I STARTED my rail trip through Portugal in a small Algarve town called Faro, because I found a hostel there offering a room for a single Euro per night. It was a simple bed in an old house, but it served as the perfect starting point from South to North through Portugal.

Portugal is a beautiful country perfect for exploration by train. Its long slender form makes it convenient to explore it in a linear fashion, and with a quick connecting bus ride it’s easy to also visit neighboring Spain. In two weeks, I was only able to scrape the very surface, and I left vowing to return. Here are 12 of my favorite moments during the trip.



The Algarve town of Faro was all but deserted. It was the low season and most hotels were empty, restaurants closed, and streets quiet and isolated. Faro is a city in a region known for its vibrant nightlife, so his silence came as a surprise, but it allowed me to explore the unpretentious lagoon-side town almost unhindered. I climbed the bell tower in the local church and spent some time taking in some of the views.


Miradouro do Castelo, Lisbon

Lisbon is an easy and scenic train ride away from the southern coast, and I arrived in the early evening. I asked the hotel receptionist for a suggestion for a quick walk to stretch my legs after a day on the train, and he pulled out a tourist map and outlined a route. I followed his guidance and ended up here, at Miradouro do Castelo, just as the sun set behind the distant hills.



Walking the streets of Lisbon is a delight, whether you’re looking for panoramic views of the impressive Tagus River or insight into the city and country’s past. The hills are steep and the buildings tightly packed, which means there’s always a possibility of rounding a corner and experiencing a view like this.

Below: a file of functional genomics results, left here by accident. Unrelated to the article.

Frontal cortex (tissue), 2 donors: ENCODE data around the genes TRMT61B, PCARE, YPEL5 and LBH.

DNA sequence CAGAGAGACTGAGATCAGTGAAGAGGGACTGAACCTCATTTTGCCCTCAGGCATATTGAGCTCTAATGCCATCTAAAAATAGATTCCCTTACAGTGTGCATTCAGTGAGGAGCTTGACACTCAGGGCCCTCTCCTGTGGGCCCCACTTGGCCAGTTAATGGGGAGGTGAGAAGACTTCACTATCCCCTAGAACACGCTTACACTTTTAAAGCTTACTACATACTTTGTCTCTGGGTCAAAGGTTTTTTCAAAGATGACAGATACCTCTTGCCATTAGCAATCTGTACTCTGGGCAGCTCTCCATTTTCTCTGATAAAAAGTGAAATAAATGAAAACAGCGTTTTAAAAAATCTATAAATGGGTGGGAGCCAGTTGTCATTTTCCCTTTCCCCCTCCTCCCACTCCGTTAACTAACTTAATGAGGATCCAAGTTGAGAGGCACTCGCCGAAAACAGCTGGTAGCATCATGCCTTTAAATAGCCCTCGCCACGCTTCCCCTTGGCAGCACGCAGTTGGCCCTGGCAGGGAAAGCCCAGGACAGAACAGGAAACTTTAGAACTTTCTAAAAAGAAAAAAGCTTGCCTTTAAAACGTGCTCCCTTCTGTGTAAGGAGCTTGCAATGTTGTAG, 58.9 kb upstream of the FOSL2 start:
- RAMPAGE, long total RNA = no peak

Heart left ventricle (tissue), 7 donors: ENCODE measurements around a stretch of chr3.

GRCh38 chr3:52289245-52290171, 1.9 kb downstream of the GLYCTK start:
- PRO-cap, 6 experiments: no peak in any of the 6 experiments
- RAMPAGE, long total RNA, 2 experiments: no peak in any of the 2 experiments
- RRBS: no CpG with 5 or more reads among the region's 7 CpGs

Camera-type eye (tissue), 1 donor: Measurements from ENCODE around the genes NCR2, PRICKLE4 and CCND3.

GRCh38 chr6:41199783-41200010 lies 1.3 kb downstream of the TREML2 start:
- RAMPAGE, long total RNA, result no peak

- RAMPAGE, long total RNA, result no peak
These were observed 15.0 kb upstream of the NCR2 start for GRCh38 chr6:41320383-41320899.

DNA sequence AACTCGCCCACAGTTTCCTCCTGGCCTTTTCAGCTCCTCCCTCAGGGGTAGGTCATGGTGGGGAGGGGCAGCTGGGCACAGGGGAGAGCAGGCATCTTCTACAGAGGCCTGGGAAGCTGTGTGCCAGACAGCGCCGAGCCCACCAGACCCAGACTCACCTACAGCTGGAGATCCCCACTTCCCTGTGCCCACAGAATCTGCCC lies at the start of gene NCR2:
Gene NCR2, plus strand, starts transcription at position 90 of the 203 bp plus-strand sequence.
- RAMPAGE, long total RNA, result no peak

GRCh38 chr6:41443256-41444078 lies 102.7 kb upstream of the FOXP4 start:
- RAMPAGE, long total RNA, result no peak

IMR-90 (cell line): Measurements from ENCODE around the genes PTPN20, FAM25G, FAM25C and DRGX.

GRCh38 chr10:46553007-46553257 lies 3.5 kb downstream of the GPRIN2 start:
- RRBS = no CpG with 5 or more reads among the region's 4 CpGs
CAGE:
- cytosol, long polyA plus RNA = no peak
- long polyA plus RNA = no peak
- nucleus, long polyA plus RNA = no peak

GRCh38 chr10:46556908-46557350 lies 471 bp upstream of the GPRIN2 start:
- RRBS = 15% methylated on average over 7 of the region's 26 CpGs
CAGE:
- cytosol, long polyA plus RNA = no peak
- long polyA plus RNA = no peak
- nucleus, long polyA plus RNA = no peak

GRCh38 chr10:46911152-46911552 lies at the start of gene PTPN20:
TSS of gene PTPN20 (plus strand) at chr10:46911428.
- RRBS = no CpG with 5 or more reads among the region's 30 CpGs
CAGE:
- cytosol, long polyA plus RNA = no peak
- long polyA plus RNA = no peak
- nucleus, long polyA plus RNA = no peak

Santa Maria de Belém

Though an easy tram ride away from the main center of Lisbon, Belém feels like it’s in another time zone. Most visitors head to the district to sample some of the country’s best pastel de nata and tour the nearby monastery, museums, and various monuments and statues. But it was the complexity of the roof inside the church of Santa Maria de Belém that really captured my attention.


Quinta da Regaleira, Sintra

The fairytale town of Sintra is a popular day trip away from the capital. I walked the enchanting gardens of Quinta da Regaleira and felt as if I’d stumbled into a fantasy. I hopped across stepping stones into a dark tunnel and emerged at the bottom of an inverted tower. Though when I got to the top the view was impressive, I had a particular preference for this vantage point from the very bottom.


Pena Palace, Sintra

Pena Palace is the most colorful of the castles in Sintra, and while it is easy to be amazed by the bigger picture, the minor details, such as these colorful hand-painted tiles are equally enthralling.


Óbidos Train Station

The train pulled alongside the abandoned platform and I was suddenly overwhelmed with the feeling that I’d made a mistake. This didn’t look like a thriving tourist town, and through the grimy windows of the regional train I couldn’t make out any building other than the locked and shuttered station.


Óbidos Town Walls

Though Óbidos is far from an undiscovered gem, if you hang around until sunset there’s a good chance you’ll have much of the village to yourself. The walk along the town walls is thrilling — with no railing and an uneven surface. I walked the walls several times, eventually making my way to a small turret at the far end, where I watched the sunset as the town lights flickered on in absolute silence.



Guimarães is known as the birthplace of Portugal. It’s home to a mixture of fascinating architecture including half-timbered houses, Gothic chapels and a Romanesque and Gothic castle. I walked into a small café for lunch and found this midweek, early afternoon scene. The men were transfixed to a football game on the television, and most sat alone in total silence.


Felgueiras Lighthouse, Porto

A short tram ride away from the main center of Porto is Felgueiras Lighthouse. I arrived there in the middle of a sudden downpour. As quickly as the rains had arrived, the clouds parted and a few rays of light shone on the turbulent ocean.


Dom Luís I Bridge, Porto

The Porto riverfront is a hive of activity, and I could easily kill an hour or two looking down on it all from the Dom Luís I Bridge high above.


Porto River Front

Seagulls in Porto seemed all too ready to strike quirky poses in dramatic locations, such as this one on the riverfront.